Abstract: Approaches to providing stable housing and sustaining tenancies for Indigenous women are affected by their high mobility and poor service access, and compounded by differences between the structures and definitions of current services and perceptions of homelessness by Indigenous women. One hundred and four Indigenous women were recruited for interviews from temporary accommodation services in Darwin (64%) and Brisbane and Cherbourg (36%). The women were aged 19 to 63 years and nearly half were caring for children aged less than 18 years old. Three informal focus groups were held with women in temporary accommodation, two in urban Darwin and one in the town of Nhulunbuy (NT). Interviews were also held with Indigenous crisis accommodation providers, health and domestic violence services. The key findings of the research are: The high mobility and disconnection from community life of these women and their children means that they are often hidden and that standard homelessness services are unable to maintain contact with them. Factors contributing to the homelessness of these women and children include drug and alcohol abuse, sexual abuse, family violence and debt. Feelings of shame and low literacy can prevent such women from: seeking help, reporting family violence, gaining access to services, and attending training programs.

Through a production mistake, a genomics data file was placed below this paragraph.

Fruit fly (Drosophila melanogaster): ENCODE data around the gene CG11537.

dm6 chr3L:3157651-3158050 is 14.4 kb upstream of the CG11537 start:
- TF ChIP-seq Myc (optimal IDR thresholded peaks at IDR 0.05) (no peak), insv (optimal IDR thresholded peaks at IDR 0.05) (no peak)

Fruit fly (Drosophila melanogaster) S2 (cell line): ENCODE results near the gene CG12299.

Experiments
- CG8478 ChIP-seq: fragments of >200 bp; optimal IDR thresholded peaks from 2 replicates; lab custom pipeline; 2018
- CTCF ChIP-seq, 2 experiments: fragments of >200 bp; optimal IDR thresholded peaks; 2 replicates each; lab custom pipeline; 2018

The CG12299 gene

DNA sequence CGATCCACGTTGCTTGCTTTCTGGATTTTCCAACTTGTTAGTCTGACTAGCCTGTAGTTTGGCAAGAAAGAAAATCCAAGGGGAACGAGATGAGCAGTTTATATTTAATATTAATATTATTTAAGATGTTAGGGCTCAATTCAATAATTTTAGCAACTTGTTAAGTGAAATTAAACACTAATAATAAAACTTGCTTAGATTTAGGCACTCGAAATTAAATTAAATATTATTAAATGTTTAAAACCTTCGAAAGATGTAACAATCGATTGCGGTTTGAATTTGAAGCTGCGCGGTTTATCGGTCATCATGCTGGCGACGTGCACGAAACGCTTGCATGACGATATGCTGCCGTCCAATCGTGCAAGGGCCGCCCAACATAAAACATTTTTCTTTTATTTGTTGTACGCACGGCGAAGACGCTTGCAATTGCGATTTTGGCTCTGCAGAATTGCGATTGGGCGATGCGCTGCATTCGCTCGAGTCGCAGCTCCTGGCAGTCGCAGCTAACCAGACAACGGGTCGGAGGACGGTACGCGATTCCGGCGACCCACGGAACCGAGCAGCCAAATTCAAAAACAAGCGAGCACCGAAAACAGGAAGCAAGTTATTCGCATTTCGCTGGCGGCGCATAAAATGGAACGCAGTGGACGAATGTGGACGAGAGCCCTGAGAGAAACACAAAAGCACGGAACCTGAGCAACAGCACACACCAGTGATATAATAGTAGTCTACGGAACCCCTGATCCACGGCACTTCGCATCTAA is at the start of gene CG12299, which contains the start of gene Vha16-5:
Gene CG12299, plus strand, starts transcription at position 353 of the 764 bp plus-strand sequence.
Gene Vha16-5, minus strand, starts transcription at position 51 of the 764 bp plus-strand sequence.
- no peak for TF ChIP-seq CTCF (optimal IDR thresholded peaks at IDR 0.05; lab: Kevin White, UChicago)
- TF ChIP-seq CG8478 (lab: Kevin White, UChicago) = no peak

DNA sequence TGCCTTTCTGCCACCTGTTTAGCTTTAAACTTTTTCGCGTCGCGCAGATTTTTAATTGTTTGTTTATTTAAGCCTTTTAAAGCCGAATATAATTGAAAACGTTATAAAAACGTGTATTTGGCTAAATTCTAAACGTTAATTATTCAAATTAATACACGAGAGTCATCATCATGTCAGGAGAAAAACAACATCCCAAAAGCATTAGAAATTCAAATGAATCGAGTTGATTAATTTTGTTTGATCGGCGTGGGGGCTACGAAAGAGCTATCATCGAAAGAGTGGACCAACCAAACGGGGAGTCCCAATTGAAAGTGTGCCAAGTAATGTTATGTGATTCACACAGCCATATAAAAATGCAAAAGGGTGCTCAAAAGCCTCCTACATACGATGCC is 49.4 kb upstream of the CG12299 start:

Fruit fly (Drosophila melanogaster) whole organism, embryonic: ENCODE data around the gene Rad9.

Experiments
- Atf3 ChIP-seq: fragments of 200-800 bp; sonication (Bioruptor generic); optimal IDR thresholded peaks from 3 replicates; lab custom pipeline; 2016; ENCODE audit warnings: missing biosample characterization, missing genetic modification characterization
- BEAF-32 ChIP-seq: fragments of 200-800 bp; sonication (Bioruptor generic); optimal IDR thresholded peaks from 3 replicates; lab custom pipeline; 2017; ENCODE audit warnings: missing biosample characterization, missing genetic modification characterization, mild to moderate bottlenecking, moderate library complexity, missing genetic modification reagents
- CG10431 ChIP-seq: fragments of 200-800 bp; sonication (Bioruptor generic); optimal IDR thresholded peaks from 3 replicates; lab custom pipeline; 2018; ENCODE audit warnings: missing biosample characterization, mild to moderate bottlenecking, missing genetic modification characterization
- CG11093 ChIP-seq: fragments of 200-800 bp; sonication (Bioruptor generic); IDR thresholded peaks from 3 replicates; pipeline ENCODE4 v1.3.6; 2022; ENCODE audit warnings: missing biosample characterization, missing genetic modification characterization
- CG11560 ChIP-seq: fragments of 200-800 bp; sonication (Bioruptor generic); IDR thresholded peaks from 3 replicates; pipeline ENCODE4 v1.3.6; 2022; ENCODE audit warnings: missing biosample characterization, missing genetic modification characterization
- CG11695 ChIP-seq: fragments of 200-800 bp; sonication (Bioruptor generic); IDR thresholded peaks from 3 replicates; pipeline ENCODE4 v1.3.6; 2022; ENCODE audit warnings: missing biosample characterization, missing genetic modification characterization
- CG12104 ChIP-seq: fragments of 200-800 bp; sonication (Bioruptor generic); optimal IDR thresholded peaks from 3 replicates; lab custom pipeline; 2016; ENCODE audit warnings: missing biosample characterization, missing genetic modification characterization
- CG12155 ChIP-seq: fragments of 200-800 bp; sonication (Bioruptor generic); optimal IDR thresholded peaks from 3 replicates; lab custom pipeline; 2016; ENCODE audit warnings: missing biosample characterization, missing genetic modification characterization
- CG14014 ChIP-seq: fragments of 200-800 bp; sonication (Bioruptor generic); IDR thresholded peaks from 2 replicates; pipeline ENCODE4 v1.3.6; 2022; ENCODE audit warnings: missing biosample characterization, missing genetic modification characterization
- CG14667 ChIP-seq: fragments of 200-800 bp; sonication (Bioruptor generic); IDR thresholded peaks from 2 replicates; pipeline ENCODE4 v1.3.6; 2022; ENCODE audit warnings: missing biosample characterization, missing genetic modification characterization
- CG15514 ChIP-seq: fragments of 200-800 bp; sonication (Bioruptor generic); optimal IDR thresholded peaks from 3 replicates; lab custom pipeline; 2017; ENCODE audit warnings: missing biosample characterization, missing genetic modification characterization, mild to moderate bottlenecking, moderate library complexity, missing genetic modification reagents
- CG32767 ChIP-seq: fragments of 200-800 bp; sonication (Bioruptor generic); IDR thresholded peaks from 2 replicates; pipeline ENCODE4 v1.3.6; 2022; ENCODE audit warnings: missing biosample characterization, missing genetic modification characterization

Notes: This Positioning Paper describes the background to, aims and methodology for a research project being undertaken throughout 2003 to identify the major factors that initiate and sustain iterative homelessness among Indigenous families in both urban and remote areas, especially Indigenous women and children.